Twelve healthy donors including 10 women and two men aged between 20 and 62 years old (median age 30.5 years old) were included in our study. Peripheral blood mononuclear cells (PBMC) were isolated from healthy donors’ blood using Ficoll density gradient as previously described (23–29). Briefly, blood samples were collected in EDTA-coated tubes (BD Biosciences). CD8+ T cells were isolated using CD8 Microbeads (Milteniy Biotech) according to the manufacturer’s instructions. CD8+ T cells were cultured in complete Iscove medium (ThermoFisher Scientific, 12440-053, FBS 10% (v/v), sodium pyruvate 1mM, L-glutamine 2mM, MEM nonessential amino acids 1%, β-mercapto-ethanol 1µM, penicillin 100U/mL, streptomycin 100µg/mL) and activated for 5 days on anti-CD3 (in house purified OKT3 clone, 17-50 μg/ml) pre-coated wells in the presence of anti-CD28 antibody (BD Biosciences 555725, 1µg/ml). After 5 days, activated CD8+ T cells were harvested and labeled with carboxyfluorescein succinimidyl ester (CFSE, 1.7mM, ThermoFisher, C34554) for 15 min at 37°C; CFSE was quenched with FBS for 3 min and cells washed in DMEM without red phenol prior to being resuspended in imaging medium described above.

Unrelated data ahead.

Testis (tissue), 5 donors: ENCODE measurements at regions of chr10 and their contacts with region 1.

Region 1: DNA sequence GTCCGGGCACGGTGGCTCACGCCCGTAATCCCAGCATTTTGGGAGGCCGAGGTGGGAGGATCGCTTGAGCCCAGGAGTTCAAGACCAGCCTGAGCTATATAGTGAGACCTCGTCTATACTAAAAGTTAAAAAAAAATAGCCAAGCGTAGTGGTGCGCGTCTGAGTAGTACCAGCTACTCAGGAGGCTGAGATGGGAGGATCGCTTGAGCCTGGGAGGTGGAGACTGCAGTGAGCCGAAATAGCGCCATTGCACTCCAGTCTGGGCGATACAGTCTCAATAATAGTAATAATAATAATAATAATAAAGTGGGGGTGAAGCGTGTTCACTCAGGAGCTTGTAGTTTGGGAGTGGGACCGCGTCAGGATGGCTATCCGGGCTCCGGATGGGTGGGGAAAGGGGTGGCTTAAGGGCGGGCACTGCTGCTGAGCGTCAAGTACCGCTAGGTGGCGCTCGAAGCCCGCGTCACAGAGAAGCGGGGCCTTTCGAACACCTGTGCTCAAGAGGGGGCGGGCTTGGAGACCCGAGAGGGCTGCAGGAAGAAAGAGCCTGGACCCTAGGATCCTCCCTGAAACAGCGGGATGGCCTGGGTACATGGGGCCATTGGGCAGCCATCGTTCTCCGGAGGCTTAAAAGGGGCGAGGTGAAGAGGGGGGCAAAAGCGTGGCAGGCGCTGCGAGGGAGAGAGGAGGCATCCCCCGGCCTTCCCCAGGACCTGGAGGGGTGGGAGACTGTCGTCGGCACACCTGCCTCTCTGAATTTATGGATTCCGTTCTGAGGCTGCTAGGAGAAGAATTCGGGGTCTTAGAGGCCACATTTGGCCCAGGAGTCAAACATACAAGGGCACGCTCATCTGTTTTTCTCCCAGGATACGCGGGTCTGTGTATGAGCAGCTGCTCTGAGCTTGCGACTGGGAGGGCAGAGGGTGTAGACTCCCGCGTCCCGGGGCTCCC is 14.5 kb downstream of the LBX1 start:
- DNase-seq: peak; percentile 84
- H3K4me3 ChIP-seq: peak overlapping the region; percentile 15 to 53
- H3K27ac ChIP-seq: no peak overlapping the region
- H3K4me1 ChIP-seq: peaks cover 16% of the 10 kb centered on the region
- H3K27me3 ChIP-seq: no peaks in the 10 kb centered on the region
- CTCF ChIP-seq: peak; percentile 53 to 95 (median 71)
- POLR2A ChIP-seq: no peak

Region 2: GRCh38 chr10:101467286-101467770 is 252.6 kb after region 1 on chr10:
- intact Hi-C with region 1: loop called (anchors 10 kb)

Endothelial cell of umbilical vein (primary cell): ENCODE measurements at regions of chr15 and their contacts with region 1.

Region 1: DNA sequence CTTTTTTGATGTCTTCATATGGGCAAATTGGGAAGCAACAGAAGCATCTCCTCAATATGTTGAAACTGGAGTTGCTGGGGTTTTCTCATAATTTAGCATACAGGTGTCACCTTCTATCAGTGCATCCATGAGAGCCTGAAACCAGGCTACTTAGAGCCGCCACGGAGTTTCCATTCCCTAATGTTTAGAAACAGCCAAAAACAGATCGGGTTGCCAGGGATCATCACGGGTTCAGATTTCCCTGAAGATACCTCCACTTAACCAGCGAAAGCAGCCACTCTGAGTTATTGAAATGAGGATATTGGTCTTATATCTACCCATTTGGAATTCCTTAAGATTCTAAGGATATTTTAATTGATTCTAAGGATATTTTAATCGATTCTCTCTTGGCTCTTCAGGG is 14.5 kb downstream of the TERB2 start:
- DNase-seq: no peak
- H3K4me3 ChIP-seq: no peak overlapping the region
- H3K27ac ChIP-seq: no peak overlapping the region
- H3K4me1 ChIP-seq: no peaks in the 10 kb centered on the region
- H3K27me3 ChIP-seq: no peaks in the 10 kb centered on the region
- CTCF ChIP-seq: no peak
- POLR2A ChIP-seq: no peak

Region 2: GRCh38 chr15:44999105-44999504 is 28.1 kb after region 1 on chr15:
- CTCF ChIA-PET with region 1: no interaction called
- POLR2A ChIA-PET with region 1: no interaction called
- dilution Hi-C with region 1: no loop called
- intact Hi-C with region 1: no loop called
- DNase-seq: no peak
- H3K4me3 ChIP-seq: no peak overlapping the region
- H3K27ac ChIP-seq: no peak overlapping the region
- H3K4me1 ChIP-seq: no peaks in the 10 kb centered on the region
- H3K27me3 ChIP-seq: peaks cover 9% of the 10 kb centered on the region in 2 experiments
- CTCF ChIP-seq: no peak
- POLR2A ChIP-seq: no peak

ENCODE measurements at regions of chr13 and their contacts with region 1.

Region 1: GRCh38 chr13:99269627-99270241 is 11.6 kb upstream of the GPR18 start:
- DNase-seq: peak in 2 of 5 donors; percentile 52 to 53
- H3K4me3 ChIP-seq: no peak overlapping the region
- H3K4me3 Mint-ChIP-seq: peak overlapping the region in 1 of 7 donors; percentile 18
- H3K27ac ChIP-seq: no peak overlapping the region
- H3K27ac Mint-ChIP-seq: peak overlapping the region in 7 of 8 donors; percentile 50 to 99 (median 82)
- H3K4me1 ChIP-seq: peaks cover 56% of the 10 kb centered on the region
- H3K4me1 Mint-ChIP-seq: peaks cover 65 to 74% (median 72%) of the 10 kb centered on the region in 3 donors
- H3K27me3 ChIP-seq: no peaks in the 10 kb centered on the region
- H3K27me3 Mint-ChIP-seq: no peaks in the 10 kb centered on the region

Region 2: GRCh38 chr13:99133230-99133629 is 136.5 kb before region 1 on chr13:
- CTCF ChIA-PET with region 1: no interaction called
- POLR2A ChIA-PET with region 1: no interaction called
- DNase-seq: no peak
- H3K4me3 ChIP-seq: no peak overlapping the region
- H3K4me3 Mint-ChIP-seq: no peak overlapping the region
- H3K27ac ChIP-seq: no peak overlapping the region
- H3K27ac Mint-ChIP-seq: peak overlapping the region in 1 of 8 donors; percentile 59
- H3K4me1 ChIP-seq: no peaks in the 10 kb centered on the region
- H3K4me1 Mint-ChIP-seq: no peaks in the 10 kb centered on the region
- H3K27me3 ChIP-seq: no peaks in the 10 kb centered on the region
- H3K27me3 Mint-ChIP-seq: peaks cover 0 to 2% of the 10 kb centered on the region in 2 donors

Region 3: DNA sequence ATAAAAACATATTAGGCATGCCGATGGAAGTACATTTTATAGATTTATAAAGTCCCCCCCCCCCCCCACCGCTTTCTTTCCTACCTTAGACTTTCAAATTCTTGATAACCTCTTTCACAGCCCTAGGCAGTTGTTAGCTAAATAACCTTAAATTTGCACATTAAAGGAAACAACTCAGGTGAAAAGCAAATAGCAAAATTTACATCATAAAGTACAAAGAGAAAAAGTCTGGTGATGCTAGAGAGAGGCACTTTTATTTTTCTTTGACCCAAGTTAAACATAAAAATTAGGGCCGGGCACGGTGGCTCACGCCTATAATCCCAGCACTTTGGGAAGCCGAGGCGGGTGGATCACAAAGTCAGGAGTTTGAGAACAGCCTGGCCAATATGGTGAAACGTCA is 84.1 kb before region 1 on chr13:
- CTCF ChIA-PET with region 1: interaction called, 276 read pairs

Astrocytes and neurons were either untreated or treated with recombinant human IL-1β (Life Technologies, PHC0815, 20ng/mL) for 24h. Before starting the co-culture, astrocytes were washed 2 times with imaging medium and 100,000 CFSE labeled CD8+ T cells were carefully added to the culture (T cell: astrocyte ratio, 4:1). As neurons are sensitive to a complete change of media, 100,000 CFSE labeled CD8+ T cells (T cell:neuron ratio 10:7) were added directly into the culture without media changes. The co-culture was imaged after 10 to 15 min to allow CD8+ T cells to fall by gravity onto the CNS cell monolayers. For MHC class I blocking assays, anti HLA-ABC monoclonal antibody (W6/32) (Thermo scientific, 16-9983-85) or IgG2a kappa control isotype (Thermo scientific, 14-4724-85) were added to washed IL-1β-treated astrocytes at 50μg/mL for 30 min before adding CFSE labeled CD8 T cells for co-culture.
Imaging Set Up